The Rise of Skywalker and Other Stories

I'm still fighting off the remnants of a cold and a bad allergic reaction, so this might be more of a rambling post than usual. Yes, I have watched the star war, and yeah, that was a bit of a mess, wasn't it? I confess, my main interest in the latest Star Wars films can be described in two words: "Poe Dameron", so on that measure I was satisfied. That being said, while I did overall enjoy the film (I'm easy to please), I wonder if some of its strange convolutions came about because (it's been rumoured that) the third film was meant to be about Leia, but Carrie's unfortunate early passing scrambled that and they had to work with what footage they had. The way they dealt with the footage they did have was respectful, though.

[Spoilers start: highlight to read:] However, I've never been the hugest fan of redemption arcs for angry violent dudebros. Further, Reylo is my biggest NOTP in this universe... it was funny seeing Disney hastily tacking on Straight Romantic Potential Options to every main character, only for Oscar Isaac to intensely play up the 'jealous boyfriend' look when Finn said he had something to tell Rey. Sadly, because I watched the film in Singapore, the only onscreen LGBTQA+ content in the film was cut. Finally, I did like the implication in earlier films that Rey's parents were no-one: that anyone could rise to become a powerful Jedi, that bloodline didn't matter. Ah well, there's always fanfic. [Spoilers end]

Haven't caught up on the Mandalorian, HDM, or the Witcher series yet, will do so when I'm back in Melbourne. I'm currently in Singapore for the New Year. It's strange how oddly cool (temperature-wise) Singapore is right now, while Australia is in the middle of experiencing what looks like the End of Days. Red skies on the beach, people dying to 'fire tornadoes'... I can only hope everyone makes it out OK. Firefighters are making a superhuman effort this fire season.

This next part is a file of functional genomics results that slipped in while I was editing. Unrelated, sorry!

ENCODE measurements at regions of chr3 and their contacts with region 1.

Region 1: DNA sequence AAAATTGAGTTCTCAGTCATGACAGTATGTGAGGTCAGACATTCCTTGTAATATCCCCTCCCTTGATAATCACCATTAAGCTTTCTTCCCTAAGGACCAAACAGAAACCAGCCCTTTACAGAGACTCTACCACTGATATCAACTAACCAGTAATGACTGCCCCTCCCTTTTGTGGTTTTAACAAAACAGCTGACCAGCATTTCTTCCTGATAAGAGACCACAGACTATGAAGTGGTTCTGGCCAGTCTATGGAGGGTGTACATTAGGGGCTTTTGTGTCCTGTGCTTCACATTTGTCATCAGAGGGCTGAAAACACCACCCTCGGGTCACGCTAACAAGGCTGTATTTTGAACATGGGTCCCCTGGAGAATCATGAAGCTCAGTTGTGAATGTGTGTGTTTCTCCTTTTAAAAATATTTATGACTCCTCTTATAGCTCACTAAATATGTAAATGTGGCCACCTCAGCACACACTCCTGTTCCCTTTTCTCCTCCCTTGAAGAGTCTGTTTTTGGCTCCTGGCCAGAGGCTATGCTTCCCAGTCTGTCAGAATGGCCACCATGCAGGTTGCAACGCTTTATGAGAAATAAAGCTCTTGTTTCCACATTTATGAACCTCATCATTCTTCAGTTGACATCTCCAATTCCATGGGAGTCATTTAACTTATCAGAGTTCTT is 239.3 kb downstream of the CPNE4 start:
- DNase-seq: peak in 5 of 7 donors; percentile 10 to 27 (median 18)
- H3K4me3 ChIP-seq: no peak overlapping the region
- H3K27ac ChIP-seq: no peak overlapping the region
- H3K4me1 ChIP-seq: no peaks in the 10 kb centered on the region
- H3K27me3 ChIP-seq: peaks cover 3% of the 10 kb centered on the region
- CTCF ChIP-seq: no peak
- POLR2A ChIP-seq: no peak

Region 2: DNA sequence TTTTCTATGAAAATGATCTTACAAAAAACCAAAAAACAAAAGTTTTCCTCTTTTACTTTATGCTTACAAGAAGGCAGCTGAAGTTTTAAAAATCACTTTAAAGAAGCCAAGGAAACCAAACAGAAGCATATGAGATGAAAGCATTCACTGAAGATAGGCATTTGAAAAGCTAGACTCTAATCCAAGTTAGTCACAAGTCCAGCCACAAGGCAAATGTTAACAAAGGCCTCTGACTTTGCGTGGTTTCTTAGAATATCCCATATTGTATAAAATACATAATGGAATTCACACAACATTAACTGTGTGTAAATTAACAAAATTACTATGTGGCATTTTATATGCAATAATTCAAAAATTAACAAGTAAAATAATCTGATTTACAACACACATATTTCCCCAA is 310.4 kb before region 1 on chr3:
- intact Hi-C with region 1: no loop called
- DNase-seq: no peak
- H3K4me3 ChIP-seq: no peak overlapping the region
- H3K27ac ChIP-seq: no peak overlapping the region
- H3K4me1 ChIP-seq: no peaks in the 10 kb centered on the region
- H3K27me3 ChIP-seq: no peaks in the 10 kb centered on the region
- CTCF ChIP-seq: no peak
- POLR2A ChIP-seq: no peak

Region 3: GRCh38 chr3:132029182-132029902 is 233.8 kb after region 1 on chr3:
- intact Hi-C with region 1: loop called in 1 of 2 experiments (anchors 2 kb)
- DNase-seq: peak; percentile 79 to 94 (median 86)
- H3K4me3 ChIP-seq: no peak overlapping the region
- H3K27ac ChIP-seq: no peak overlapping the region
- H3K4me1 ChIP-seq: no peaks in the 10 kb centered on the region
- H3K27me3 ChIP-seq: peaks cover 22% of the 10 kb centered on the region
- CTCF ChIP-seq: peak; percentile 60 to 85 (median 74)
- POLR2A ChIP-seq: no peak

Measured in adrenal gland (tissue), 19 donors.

As to the conservative federal government, still twiddling their thumbs on climate change and still looking to open big coal mines: seriously. Shame on all of you.

Comiket and Fandom Cafes


Happened to be in Japan this time round for Comiket, and wow. The sheer scale of the event + the mass of people attending is mind-blowing. I'm used to tiny little conventions in Australia. My friend and I cabbed in, so as it is we missed the large queue coming in from the train station, and we weren't interested in queueing for any of the popular circles, so we could just walk inside and explore, but even then it was exhausting. It's hard to describe how big the event is, and it's a multi-day thing where everyday has a different theme. Day 1, which I attended, was on anime. Day 2 was games and so on. Doujin was extremely cheap, due to the Japanese policy of not making any profit off fanwork, so it was also hard not to just enter a fugue state and spend all your cash.


Unlike Australian cons, there were a number of older people in cosplay. Here's one uncle who very seriously put on his gloves for the pic and then told us "Come to the Dark Side" in Japanese, then in English. Looking good!